Author: Celeste Endo | Technology Teacher/Coordinator | Queen Ka‘ahumanu Elementary
Last year, a whole lotta good people worked extra hard to pass SB242 and woot woot did y'all hear that Governor Ige signed ACT 158 into law?! Cheehoo!! This ensures that all K-12 Hawai‘i students will be given the opportunity to learn computer science. To prepare, many teachers have been taking Computer Science (CS) Fundamentals PD Courses led by Shane Asselstine and the Pearl City-Waipahu Complex Area (PWCA) team. Anyone who doesn’t think we can teach CS in all schools by 2024-2025, has got to see and understand this team’s promising vision.
Gratefully, I was a part of CS Fundamentals Training in Cohort 5 and got to learn from brilliant everyday heroic teachers! We were just one of seven sub-groups of teachers across the state of Hawai‘i that went through training together. PWCA teachers were the role models in our Cohort 5 who came with CS skills and were totally schooling the rest of us! Wowee, during planning time, the PCWA teachers came prepared with plans they just had to tweak a bit for their respective schools, while many of the rest of us struggled to plan from scratch!
Page 4 of the Code.org Curriculum Guide (link requires a verified Code.org teacher account) says, “We design curriculum with the idea that the instructor will act as the lead learner.” The code.org Lead Learner mindset is that one person doesn’t have to know everything, we totally are learning from each other!
We learned from PWCA that we need to work with stakeholders. Admin needs to understand the impact of CS. Educators need to realize how we can be CS lead learners. Families need to understand how to support their children and teens in CS endeavors. Our youth needs to be convinced of computer science’s relevance to their lives.
Another big take away from CS Fundamentals is realizing the importance of Unplugged activities. With the challenge of not enough time, I skipped teaching most Unplugged lessons. Now I realize that the unplugged serves as scaffolding for students to better grasp CS concepts.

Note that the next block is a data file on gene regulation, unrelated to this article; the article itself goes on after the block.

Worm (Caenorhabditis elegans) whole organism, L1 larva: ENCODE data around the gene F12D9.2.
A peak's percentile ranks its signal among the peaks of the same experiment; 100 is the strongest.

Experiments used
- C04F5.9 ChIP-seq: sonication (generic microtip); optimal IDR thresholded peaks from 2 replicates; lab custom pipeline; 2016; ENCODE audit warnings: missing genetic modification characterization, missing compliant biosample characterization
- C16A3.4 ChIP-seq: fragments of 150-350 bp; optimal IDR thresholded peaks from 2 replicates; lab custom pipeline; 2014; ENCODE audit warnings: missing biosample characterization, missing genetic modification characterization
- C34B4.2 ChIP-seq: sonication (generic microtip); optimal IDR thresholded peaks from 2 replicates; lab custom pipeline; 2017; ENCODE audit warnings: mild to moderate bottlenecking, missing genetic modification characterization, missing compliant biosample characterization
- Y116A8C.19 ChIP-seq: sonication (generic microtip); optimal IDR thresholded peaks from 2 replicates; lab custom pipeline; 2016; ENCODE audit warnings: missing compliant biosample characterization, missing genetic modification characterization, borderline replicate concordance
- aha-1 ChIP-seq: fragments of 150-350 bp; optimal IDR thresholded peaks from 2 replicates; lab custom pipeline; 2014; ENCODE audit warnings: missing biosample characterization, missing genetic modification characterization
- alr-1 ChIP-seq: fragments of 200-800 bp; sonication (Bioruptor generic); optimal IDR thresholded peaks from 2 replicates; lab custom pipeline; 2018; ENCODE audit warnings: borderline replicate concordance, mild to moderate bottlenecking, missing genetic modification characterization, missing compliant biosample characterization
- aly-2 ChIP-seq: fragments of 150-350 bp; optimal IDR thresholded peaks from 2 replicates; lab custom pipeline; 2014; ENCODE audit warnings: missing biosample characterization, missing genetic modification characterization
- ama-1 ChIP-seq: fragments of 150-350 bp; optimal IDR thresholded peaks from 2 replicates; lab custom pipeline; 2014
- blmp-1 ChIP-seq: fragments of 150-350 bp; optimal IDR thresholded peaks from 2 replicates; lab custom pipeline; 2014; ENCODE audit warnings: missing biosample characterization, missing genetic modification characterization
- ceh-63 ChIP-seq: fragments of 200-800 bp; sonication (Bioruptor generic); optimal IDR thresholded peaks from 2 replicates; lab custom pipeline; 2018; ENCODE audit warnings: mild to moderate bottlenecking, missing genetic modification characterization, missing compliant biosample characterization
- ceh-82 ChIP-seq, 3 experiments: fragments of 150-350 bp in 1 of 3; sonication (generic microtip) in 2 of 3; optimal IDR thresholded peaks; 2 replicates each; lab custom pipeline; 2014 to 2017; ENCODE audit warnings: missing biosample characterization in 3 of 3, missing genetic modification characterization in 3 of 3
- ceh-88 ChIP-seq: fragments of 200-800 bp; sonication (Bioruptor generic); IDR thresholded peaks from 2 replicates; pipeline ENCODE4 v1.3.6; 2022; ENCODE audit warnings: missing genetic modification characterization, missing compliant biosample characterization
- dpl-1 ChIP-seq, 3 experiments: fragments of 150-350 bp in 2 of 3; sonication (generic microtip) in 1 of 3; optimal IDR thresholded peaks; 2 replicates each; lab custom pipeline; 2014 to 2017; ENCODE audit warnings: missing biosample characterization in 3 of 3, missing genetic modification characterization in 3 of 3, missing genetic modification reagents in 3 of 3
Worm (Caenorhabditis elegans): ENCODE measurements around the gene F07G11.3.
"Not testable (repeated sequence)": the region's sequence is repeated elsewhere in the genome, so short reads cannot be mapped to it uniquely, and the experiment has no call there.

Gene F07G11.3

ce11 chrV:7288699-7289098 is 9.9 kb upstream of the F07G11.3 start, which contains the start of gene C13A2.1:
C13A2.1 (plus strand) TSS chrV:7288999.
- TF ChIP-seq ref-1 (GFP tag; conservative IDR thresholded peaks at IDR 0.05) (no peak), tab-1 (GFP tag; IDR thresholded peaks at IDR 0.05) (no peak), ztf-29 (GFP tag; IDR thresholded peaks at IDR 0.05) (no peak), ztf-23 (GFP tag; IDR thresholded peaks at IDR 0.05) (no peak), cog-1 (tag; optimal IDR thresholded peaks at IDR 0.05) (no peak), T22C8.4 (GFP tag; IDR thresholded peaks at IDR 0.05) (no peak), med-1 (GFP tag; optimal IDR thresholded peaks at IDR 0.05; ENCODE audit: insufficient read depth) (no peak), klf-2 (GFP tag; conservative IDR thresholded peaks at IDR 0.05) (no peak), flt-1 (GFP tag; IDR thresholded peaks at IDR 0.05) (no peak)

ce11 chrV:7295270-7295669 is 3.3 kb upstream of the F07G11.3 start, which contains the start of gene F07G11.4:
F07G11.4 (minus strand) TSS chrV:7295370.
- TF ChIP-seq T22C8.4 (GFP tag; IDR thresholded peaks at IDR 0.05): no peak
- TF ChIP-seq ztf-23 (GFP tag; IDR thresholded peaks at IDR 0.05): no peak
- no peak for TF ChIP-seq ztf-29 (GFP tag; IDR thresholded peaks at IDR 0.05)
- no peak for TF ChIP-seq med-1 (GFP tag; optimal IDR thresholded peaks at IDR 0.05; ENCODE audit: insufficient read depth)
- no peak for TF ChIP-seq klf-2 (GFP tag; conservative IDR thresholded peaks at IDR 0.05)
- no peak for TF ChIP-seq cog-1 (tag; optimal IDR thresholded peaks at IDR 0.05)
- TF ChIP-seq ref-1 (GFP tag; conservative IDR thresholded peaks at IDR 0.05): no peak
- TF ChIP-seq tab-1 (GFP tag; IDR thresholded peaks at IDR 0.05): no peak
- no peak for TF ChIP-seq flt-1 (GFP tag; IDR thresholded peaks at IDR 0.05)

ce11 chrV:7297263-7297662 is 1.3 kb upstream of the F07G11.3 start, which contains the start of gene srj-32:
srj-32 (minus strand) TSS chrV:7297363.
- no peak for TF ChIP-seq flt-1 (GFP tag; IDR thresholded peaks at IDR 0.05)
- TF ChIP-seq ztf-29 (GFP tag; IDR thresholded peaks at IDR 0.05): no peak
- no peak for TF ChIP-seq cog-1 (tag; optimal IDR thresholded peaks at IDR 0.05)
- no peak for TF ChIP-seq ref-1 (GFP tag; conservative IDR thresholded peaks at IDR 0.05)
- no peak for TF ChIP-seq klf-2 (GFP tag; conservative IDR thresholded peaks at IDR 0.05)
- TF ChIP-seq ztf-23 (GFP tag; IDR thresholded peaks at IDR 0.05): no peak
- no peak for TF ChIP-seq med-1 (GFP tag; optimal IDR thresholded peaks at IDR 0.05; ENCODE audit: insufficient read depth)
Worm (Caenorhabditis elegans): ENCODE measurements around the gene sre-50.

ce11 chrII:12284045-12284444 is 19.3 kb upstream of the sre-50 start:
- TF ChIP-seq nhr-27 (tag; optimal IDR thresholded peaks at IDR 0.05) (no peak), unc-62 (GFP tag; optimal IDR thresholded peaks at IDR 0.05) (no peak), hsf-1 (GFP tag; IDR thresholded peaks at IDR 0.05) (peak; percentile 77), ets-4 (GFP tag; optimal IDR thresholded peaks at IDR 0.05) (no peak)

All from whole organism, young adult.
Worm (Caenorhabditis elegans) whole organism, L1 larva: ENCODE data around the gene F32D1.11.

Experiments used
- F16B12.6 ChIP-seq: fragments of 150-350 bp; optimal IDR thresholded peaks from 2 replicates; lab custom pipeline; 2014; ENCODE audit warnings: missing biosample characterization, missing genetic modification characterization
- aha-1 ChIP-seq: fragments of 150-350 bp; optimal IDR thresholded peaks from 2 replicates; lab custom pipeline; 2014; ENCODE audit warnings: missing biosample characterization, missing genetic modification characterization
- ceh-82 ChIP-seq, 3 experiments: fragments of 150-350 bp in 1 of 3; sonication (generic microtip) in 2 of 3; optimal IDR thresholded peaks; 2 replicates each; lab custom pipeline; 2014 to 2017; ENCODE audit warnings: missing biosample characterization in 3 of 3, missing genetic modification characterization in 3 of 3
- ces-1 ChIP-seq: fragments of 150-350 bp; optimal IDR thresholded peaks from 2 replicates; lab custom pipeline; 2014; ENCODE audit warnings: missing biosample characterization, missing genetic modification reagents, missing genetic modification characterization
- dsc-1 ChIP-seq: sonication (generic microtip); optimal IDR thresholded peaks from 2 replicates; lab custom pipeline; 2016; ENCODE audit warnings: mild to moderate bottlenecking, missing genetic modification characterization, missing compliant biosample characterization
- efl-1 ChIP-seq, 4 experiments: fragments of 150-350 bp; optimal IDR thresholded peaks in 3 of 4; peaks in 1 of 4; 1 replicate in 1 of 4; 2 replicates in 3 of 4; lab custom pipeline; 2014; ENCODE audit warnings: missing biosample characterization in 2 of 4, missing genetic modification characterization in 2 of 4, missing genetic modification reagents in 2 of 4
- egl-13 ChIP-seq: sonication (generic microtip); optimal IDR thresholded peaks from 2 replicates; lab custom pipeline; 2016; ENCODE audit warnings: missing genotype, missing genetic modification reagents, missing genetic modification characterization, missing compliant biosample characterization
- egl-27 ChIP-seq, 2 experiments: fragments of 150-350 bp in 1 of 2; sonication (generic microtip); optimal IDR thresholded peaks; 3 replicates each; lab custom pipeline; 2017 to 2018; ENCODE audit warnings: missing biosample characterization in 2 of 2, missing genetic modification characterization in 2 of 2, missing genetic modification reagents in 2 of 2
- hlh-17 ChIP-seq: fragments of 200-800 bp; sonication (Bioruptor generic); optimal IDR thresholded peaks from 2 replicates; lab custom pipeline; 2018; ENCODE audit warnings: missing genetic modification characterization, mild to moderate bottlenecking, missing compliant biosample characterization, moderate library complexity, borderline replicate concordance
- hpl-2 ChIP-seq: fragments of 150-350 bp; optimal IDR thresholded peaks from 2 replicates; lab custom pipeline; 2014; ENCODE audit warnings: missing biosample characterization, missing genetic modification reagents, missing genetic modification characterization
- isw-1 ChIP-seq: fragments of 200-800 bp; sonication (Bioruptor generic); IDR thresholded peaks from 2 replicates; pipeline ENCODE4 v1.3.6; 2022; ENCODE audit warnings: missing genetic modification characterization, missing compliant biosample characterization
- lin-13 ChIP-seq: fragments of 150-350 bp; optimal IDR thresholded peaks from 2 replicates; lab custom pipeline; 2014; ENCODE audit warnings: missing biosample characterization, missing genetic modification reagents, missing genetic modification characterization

This reminded me of a ladder I saw on Twitter that started me wondering. What if we gifted our haumana a vision of a Lead Learner Ladder on our computer science quest? To help my school ‘ohana visualize what we are embarking on, I tried to create a ladder in usually user-friendly canva.com, but totally failed! It was too hard. Then I tried another method and found value in unplugged paper, pencil, & pens.
Recently I got to witness one of life’s miracles. Within a few weeks, my baby nephew had gone from crawling to walking. Yet it was no magic wand that helped him bravely step ahead. It was a tremendous effort from him and those who love him. It took consistent practice, praise for doing well, and feedback to correct mistakes. He may stumble and fall, yet with a “no scared ‘em go gettum” attitude, he picks himself up and keeps on going. Just like my nephew learning to walk, with the help of many Computer Science supporters we will keep trying and grow from our CS experiences.
Since taking the CS Fundamentals Training in Cohort 5, my school has found a way to schedule the 20 weeks needed for upper grade code.org lessons that includes Unplugged! Once other grade levels and the whole faculty see the computer science presentation, they will buy in and become a part of our Lead Learner Ladder interactive chant. These are small steps yet hopefully we will help to move our haumana up the ladder together.
We can all strive to be lead learners and hopefully many will be courageous to step up. It might feel like baby steps at times, yet every step is one step toward growth. As we start a new school year, this child at heart is looking forward to joining the legion of lead learners moving up the ladder together and creating small steps along the way.